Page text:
Find out how different types of assets, combined in new ways, may address longevity risks more completely. Multi-asset class strategist Dr. Brian Jacobsen provides examples.

Jon Lagerstedt: Find out how different types of assets, combined in new ways, may help your clients address longevity risks more completely. I’m Jon Lagerstedt, and this is The Essential Practice podcast. Dr. Brian Jacobsen, senior investment strategist with the Wells Fargo Asset Management Multi-Asset Solutions Team joins us once again. Brian, welcome.

Brian Jacobsen: Thank you for having me back.

Jon: Absolutely. What we’re getting into today comes from a broader topic Brian wrote about on the AdvantageVoice® blog on November 29 titled, “Beyond glide paths: Factors and target date funds”. So while we’re drilling into one specific aspect of the article, give the full article a read to help you have a better conversation with your clients about target date investing. I’d also like point our audience to episodes 339 and 340 where Todd and I discuss longevity challenges clients face. But in this episode we’re addressing a solution. And to level-set, in your article, Brian, you lend an understanding of longevity risks by viewing one’s assets in three different dimensions. Explain “accumulation risk” for us, if you would.

Brian: On our team, we try to set a rather conservative goal for at retirement, which is effectively what would it cost that at retirement for the person to purchase an inflation-adjusted immediate annuity. So the accumulation risk then is: What’s the likelihood that your savings and investment strategy is going to fall short of that particular goal?

Jon: Excellent, Brian, and you speak of the “success rate risk”. Could you tell us a little bit about that?

Brian: So while accumulation risk has to deal with the likelihood of hitting that goal, success rate is more about what is the probability of falling short of that. So it’s a mixture of with accumulation risk, what’s the magnitude of the miss, and then success rate risk is what’s the probability of that miss.

Jon: And the third risk that you talk about in the article is “shortfall risk”. What’s that all about?

Brian: Well, success rate risk is about what’s the likelihood of falling short. Shortfall risk is: Let’s assume that you do fall short of that goal – by how much? What’s the expected value of that shortfall? Because it’s one thing to miss the target by, say, a couple dollars. It’s another thing to miss it by a couple hundred thousand.

Jon: How do different types of assets combined in new ways address risks more completely, as you talk about in the blog post?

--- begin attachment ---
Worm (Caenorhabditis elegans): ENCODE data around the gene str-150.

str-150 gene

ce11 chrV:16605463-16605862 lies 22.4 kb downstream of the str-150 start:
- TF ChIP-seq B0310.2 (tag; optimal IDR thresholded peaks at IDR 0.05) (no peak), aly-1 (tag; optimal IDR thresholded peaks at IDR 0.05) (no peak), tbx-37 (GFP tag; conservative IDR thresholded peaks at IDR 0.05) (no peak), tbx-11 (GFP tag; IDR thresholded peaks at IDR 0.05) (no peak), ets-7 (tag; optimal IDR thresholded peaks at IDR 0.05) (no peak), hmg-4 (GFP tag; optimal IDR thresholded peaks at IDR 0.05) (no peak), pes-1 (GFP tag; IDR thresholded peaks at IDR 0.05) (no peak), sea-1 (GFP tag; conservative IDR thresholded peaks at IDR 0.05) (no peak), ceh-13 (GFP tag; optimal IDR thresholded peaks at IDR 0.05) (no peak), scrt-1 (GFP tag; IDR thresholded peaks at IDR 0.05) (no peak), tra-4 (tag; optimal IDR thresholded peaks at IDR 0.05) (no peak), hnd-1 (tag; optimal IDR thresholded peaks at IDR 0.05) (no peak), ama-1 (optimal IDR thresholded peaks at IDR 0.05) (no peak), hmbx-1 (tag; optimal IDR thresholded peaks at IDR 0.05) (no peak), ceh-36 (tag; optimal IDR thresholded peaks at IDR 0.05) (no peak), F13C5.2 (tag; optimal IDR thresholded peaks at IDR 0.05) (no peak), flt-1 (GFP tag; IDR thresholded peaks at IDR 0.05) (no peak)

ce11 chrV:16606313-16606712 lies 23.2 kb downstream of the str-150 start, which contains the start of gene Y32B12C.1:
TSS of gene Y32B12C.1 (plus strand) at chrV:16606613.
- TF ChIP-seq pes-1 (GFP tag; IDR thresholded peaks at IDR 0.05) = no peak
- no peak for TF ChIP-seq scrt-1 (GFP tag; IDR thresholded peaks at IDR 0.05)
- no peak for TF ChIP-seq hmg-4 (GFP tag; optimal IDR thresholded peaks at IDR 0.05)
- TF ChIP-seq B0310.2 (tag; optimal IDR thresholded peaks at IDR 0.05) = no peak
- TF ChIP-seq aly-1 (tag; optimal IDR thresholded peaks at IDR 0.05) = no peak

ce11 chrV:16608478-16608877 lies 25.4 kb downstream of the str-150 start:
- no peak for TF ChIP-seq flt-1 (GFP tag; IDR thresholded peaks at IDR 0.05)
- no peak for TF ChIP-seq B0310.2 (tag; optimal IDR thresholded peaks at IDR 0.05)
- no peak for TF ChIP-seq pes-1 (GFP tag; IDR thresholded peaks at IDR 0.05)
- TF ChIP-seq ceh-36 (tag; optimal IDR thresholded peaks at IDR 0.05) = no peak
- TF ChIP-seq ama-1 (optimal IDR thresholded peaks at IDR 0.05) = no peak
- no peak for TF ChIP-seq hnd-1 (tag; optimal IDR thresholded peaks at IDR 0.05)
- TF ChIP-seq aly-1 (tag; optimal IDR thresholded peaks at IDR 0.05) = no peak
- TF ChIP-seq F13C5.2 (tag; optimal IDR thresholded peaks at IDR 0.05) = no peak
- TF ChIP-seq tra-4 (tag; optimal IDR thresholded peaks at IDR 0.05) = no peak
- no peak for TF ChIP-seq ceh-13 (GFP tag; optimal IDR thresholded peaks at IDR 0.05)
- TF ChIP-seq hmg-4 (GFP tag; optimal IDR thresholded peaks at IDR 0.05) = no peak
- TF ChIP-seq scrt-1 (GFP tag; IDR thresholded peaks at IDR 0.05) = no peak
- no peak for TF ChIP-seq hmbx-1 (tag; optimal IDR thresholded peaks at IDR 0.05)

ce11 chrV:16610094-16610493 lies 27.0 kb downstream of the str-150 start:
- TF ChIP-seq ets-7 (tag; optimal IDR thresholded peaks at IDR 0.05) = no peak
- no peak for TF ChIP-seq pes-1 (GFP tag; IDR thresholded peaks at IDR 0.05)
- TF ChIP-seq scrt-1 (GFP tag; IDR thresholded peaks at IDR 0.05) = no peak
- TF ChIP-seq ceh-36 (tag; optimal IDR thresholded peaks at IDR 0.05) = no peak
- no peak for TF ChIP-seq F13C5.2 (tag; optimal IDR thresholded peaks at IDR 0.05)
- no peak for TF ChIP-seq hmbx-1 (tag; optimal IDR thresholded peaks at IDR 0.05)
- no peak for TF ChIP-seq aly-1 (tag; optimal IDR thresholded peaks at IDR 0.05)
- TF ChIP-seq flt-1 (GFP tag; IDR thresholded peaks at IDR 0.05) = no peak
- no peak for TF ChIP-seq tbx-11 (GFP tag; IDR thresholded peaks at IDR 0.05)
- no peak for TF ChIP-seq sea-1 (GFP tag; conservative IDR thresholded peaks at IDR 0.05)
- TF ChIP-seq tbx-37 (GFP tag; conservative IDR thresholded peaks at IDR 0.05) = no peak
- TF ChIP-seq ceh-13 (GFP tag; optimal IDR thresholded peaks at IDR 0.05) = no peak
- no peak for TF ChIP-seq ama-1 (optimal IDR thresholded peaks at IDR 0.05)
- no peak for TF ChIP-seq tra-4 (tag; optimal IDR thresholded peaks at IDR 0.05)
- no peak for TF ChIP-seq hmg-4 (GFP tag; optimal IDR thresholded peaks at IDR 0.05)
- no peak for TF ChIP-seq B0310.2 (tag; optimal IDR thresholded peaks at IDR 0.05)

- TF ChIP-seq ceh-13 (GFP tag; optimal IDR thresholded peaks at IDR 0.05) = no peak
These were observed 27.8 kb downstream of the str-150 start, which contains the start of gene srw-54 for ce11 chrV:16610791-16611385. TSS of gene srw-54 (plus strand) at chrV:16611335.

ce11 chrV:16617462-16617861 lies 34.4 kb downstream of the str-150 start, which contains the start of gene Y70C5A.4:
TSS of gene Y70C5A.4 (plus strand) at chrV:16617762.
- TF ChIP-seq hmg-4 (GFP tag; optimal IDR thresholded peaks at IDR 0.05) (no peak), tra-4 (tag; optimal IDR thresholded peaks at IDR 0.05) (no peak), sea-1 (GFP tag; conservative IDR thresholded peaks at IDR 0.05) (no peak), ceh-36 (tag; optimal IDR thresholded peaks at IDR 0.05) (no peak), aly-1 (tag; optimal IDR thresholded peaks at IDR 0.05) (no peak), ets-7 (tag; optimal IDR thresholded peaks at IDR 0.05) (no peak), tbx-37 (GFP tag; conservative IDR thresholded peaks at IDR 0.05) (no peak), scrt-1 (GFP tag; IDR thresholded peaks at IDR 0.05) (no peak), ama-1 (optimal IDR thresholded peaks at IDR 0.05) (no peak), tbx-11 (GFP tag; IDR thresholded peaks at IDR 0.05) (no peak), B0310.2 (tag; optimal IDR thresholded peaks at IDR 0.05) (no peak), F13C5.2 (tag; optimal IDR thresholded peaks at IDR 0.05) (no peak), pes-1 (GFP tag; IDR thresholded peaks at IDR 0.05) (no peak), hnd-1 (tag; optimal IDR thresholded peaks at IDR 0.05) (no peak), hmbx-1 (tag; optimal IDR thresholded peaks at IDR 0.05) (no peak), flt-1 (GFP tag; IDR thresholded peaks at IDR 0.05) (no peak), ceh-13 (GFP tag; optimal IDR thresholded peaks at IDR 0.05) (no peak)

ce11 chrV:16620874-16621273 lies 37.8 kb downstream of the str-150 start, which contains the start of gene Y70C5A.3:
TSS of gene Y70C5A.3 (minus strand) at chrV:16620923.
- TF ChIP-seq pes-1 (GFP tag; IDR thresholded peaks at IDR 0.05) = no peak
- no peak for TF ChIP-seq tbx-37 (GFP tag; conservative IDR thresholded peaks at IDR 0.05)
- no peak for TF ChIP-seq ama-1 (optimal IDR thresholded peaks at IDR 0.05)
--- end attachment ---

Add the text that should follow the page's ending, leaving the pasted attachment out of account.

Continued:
Brian: So the way that we look at it on the Multi-Asset Solutions Team is we don’t really try to confine ourselves to particular asset classes. One of the things that we like to do when designing strategies for saving for a particular goal, especially for retirement, is ask are there ways in which we can invest in a particular asset class in a way that improves the expected risk-return tradeoff of that asset class. We think that one of the ways is to take more of a factor-based approach.

Jon: So Brian, if I can jump in real quick, could you take a moment just to explain to our audience what factors are?

Brian: Factors are simply features of securities that make a difference in explaining risks and returns.

Jon: Brian, you’ve been talking about working with financial advisors and their clients working towards retirement. How does this work for those that are currently in retirement?

Brian: So a factor-based approach, we think, can give a better balance between the market risk and longevity risk. While you’re saving for retirement, your wage inflation that you experience is kind of like a natural offset to consumer price inflation. But when you get into retirement itself, you lose that natural offset. Then suddenly, your investment portfolio needs to do the heavy lifting. That’s why when we design retirement strategies, you have assets that typically you would expect to rise in value if inflation begins to pick up. Because a person in retirement doesn’t have the luxury of having wages to help protect themselves against the pernicious effects of inflation.

Jon: Brian, that was fascinating, and I wonder, do you believe you can integrate asset allocation and asset selection to improve retirement outcomes?

Brian: Well, I think that it’s necessary to do it.  When in fact, if you think about what is the optimal way to build a portfolio, it’s really starting from what are those building blocks that you have and then how can you put them together into an asset allocation model or a portfolio for the client. So by just fixating on, say, the glide path and saying that I’m going to choose on the basis of that without considering what those underlying building blocks are, I think that’s missing a really important dimension to trying to come up with a solution to the retirement problem.

Jon: Fantastic, Brian. Well, that’s all the time we’ll have today, but I wanted to thank you for being our special guest once again.

Brian: Oh, it’s always my pleasure. Thank you so much.

Jon: And get more from Brian on our companion podcast On the Trading Desk® and on our blog AdvantageVoice®. Until next time, I’m Jon Lagerstedt, and this is The Essential Practice Podcast.


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